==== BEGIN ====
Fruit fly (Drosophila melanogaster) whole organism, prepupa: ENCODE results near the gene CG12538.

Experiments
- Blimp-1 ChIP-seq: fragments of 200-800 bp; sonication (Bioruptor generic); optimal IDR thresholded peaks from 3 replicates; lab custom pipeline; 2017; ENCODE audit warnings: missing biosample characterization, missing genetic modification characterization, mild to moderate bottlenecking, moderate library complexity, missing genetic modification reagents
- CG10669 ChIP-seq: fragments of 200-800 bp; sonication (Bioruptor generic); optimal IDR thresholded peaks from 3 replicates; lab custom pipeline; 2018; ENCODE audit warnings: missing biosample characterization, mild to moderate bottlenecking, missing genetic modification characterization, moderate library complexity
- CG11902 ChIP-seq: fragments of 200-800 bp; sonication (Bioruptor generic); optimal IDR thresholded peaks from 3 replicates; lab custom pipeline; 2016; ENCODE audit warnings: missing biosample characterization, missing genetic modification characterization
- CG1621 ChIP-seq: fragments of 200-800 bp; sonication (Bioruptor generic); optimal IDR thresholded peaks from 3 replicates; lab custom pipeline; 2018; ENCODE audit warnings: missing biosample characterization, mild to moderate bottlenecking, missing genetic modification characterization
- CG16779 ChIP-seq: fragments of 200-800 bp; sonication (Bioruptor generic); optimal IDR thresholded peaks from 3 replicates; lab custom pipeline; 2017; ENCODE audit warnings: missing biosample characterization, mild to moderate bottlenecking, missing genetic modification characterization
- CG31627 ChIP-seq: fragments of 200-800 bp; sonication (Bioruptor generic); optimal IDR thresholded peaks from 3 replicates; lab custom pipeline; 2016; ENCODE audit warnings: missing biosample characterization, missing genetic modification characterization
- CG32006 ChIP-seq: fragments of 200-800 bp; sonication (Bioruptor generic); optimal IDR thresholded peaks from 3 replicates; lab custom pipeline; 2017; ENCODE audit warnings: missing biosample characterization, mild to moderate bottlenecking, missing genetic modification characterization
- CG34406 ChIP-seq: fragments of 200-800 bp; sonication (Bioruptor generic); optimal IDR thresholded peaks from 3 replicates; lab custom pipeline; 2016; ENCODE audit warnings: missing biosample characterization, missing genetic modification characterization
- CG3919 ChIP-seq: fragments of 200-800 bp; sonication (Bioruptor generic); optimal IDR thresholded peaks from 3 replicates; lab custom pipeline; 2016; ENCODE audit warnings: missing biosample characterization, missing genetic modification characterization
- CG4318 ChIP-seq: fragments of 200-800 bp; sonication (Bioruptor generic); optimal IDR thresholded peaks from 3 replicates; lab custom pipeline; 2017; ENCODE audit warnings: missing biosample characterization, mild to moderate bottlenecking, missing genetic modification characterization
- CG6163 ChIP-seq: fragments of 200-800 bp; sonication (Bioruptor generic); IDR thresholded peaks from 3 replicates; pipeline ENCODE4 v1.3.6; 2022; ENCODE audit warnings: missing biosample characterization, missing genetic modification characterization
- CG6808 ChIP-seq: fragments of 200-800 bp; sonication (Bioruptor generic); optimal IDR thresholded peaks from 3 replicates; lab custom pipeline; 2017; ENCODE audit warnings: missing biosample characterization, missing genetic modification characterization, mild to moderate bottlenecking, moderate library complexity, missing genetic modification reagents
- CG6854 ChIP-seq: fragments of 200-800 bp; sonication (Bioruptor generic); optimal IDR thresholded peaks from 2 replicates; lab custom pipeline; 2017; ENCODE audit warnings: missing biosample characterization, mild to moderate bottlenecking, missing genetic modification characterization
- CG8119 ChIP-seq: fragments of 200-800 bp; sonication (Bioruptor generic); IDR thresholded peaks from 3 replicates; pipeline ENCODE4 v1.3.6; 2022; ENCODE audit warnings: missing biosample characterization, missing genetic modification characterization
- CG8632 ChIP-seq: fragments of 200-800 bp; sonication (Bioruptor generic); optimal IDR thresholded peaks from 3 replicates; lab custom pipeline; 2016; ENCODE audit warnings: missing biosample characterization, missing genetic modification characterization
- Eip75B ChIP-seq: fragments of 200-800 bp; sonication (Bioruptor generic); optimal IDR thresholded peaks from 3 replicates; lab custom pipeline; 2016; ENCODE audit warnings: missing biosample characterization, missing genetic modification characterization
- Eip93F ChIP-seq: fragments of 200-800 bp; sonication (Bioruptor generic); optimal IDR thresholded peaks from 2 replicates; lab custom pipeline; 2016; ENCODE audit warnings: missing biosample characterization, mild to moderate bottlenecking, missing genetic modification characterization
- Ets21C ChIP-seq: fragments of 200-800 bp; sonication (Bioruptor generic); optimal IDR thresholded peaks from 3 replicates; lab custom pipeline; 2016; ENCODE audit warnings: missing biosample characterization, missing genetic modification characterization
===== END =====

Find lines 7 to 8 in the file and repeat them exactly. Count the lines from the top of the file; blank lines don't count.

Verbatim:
- CG16779 ChIP-seq: fragments of 200-800 bp; sonication (Bioruptor generic); optimal IDR thresholded peaks from 3 replicates; lab custom pipeline; 2017; ENCODE audit warnings: missing biosample characterization, mild to moderate bottlenecking, missing genetic modification characterization
- CG31627 ChIP-seq: fragments of 200-800 bp; sonication (Bioruptor generic); optimal IDR thresholded peaks from 3 replicates; lab custom pipeline; 2016; ENCODE audit warnings: missing biosample characterization, missing genetic modification characterization